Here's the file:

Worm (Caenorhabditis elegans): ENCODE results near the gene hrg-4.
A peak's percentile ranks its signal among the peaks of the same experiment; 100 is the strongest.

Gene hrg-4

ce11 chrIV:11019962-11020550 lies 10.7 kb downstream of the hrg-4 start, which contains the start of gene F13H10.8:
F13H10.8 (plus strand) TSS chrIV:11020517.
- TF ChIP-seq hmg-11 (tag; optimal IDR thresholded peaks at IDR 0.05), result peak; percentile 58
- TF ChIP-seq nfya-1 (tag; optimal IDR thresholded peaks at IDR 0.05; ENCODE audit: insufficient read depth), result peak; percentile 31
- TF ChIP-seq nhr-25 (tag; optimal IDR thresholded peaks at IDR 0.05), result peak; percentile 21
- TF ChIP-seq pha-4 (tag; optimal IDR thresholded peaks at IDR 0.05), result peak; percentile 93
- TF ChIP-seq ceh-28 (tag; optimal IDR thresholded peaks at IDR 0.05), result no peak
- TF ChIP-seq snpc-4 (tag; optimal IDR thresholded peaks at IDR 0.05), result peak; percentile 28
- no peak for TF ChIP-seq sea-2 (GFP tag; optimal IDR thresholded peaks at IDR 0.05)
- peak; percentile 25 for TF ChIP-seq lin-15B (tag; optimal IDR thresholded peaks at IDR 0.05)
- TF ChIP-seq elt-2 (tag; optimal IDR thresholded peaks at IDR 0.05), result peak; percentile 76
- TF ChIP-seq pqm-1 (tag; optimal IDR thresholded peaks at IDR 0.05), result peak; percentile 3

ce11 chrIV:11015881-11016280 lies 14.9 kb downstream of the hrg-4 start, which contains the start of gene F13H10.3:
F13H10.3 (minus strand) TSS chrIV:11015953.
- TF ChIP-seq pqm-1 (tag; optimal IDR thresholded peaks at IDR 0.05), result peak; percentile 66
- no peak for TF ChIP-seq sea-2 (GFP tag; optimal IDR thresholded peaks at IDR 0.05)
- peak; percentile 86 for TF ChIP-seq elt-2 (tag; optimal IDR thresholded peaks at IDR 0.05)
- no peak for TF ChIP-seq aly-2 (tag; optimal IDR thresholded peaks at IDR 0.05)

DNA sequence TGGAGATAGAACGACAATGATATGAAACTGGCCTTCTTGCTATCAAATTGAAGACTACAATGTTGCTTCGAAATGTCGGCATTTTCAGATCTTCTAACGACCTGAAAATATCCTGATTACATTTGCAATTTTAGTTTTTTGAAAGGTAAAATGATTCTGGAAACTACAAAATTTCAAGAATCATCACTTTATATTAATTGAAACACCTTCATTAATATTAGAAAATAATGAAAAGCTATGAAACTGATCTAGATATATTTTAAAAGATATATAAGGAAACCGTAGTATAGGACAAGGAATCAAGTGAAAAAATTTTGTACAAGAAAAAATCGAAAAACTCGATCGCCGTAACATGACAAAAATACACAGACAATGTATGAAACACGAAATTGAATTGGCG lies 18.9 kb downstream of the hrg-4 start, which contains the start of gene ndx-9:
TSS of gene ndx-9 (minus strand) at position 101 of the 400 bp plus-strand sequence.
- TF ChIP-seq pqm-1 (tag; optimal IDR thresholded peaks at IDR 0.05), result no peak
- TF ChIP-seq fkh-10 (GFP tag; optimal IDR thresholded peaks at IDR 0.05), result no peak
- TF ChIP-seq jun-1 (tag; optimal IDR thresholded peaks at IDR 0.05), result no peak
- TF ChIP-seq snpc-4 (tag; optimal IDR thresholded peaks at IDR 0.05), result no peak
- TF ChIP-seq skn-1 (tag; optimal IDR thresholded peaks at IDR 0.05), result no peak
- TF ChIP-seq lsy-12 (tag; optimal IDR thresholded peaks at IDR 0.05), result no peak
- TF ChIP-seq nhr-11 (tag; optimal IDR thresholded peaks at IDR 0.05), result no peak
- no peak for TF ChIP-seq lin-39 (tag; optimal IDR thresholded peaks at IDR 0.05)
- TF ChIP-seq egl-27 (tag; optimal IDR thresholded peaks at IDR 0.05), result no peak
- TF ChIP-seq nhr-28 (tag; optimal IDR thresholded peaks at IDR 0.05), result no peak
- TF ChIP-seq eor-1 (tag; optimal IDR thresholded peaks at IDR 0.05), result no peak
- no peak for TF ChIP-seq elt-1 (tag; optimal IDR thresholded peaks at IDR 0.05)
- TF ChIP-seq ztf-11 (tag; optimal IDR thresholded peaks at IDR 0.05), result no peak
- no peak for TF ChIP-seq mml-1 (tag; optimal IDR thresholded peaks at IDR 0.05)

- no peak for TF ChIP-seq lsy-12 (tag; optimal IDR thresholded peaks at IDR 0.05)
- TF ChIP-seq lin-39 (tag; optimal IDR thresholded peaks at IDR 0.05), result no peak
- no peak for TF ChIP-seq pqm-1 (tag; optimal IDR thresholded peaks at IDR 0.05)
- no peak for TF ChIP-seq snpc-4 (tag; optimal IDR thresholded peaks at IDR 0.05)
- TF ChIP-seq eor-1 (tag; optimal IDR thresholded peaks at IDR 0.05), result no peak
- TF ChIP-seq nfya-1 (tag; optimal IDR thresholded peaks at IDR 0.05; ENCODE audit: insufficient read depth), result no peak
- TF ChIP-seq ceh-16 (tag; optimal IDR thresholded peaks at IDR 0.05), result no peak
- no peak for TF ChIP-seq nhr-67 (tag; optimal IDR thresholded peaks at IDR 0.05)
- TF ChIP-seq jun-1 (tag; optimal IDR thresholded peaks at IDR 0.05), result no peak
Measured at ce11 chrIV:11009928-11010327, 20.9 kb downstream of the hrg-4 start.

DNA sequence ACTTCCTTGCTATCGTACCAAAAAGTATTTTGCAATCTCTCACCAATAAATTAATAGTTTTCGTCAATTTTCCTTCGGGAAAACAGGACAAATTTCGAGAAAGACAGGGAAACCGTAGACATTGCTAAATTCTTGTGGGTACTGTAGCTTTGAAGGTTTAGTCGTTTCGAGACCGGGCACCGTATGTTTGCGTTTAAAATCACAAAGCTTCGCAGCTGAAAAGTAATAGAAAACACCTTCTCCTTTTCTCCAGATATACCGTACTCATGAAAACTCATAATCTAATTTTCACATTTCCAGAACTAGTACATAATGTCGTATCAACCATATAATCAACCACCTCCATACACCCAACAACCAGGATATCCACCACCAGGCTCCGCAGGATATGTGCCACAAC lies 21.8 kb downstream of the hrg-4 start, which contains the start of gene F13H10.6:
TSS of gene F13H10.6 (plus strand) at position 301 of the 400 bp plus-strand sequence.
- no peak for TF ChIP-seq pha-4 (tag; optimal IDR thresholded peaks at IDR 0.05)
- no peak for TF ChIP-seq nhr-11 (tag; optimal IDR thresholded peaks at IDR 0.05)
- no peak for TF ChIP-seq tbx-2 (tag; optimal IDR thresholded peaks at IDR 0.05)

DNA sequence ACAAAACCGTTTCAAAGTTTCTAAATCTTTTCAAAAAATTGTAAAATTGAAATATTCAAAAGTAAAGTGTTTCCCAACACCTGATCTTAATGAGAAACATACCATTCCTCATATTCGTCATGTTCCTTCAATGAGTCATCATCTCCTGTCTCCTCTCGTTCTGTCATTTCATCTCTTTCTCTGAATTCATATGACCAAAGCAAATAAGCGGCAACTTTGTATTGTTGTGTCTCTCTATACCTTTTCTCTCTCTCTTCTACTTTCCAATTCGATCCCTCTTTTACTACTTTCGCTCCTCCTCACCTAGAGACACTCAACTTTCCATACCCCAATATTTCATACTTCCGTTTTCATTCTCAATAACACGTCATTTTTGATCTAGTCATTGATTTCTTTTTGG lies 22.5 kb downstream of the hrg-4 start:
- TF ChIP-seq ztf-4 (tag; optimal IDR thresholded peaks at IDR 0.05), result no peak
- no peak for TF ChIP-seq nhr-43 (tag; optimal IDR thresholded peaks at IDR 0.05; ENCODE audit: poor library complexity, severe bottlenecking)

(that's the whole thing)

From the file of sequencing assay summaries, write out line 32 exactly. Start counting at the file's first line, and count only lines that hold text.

- TF ChIP-seq egl-27 (tag; optimal IDR thresholded peaks at IDR 0.05), result no peak